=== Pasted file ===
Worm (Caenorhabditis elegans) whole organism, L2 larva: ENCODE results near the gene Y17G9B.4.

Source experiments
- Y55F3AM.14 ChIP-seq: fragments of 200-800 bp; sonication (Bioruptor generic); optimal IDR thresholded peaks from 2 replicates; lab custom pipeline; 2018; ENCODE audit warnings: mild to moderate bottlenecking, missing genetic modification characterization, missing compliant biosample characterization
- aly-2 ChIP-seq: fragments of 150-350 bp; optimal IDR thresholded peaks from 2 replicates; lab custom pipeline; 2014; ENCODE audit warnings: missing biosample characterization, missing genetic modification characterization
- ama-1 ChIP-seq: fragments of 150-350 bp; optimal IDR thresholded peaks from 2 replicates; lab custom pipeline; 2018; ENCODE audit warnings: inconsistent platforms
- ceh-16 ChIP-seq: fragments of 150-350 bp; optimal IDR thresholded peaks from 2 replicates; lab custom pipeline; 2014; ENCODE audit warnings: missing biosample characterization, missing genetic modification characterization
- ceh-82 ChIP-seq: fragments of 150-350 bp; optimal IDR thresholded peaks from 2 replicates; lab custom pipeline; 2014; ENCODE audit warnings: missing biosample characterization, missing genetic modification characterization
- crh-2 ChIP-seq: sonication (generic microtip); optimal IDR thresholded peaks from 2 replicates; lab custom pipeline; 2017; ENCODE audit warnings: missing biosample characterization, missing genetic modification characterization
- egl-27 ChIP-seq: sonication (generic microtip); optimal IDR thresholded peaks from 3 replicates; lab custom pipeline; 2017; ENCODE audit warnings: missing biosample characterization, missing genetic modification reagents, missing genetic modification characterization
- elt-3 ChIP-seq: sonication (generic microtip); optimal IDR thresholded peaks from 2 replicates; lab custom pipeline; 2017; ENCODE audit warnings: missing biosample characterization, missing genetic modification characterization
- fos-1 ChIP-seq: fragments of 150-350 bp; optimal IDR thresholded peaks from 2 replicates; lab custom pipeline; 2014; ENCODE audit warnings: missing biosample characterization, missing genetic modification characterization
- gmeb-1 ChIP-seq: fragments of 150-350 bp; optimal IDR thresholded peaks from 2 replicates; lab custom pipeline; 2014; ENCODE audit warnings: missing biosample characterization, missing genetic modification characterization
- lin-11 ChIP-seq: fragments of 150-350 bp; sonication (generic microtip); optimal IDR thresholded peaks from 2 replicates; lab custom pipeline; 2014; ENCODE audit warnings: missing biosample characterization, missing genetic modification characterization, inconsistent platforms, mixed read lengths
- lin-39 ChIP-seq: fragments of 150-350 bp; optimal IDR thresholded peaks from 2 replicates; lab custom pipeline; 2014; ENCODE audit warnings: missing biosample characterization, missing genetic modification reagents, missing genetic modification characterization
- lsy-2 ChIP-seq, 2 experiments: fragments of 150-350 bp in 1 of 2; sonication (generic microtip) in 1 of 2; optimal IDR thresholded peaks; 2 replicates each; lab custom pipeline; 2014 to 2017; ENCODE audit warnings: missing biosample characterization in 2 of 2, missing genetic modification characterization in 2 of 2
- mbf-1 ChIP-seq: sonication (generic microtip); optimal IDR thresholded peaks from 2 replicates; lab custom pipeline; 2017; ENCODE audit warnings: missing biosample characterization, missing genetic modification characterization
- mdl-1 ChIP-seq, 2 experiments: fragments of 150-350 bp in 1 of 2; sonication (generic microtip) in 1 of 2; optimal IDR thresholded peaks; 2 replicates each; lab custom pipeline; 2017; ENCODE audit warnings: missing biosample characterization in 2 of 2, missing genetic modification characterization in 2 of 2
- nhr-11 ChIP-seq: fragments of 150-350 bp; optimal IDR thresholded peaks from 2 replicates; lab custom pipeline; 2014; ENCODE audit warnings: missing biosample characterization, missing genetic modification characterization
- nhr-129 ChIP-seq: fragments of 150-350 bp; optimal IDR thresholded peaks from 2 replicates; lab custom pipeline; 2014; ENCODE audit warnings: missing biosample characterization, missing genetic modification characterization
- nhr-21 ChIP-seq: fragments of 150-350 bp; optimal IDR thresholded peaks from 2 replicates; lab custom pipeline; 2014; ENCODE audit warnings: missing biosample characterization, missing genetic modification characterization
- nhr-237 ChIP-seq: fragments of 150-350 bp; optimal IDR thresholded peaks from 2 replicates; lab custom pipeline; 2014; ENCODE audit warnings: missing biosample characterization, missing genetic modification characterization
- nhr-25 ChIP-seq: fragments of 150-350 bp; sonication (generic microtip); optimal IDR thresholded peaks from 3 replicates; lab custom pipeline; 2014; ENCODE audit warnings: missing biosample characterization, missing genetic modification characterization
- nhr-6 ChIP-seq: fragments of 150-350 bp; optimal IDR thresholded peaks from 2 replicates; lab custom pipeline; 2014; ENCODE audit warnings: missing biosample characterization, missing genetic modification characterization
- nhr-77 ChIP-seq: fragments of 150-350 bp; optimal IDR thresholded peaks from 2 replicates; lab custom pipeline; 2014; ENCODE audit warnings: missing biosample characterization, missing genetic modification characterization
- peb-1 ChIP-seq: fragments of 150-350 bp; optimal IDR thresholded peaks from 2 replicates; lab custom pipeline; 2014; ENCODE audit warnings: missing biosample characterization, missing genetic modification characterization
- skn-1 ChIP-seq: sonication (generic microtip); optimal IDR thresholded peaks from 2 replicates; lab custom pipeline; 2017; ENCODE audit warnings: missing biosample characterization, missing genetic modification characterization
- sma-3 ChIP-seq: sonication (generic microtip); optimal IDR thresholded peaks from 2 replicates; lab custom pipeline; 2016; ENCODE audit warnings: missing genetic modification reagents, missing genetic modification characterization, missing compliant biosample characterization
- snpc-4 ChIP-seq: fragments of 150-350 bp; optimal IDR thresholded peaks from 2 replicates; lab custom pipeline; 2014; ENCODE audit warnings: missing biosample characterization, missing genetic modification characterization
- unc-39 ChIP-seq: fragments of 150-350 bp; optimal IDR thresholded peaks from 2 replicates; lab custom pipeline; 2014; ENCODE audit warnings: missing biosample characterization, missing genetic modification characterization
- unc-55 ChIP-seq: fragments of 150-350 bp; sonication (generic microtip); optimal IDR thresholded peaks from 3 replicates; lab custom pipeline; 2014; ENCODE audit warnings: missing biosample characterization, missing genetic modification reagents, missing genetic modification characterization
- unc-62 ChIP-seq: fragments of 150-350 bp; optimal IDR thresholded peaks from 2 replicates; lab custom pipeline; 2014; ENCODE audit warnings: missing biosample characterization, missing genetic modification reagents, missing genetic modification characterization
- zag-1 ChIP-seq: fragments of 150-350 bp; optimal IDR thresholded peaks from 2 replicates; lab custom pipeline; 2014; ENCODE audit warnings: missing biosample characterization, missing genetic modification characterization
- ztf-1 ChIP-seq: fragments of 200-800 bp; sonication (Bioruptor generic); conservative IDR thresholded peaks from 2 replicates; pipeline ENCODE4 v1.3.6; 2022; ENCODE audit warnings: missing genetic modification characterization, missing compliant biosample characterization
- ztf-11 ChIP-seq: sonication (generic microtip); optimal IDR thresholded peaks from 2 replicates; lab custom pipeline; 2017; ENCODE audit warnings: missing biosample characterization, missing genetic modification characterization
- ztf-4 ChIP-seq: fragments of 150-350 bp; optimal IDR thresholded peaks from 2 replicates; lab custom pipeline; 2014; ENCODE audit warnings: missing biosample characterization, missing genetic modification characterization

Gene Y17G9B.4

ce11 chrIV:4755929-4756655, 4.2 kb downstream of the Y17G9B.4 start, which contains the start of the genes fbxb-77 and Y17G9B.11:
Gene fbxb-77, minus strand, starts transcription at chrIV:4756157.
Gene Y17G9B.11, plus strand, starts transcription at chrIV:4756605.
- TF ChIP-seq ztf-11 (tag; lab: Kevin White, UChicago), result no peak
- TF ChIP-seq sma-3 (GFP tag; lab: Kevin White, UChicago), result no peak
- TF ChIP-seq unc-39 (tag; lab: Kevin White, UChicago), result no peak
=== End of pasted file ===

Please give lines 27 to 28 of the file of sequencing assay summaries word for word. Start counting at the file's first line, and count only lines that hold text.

- sma-3 ChIP-seq: sonication (generic microtip); optimal IDR thresholded peaks from 2 replicates; lab custom pipeline; 2016; ENCODE audit warnings: missing genetic modification reagents, missing genetic modification characterization, missing compliant biosample characterization
- snpc-4 ChIP-seq: fragments of 150-350 bp; optimal IDR thresholded peaks from 2 replicates; lab custom pipeline; 2014; ENCODE audit warnings: missing biosample characterization, missing genetic modification characterization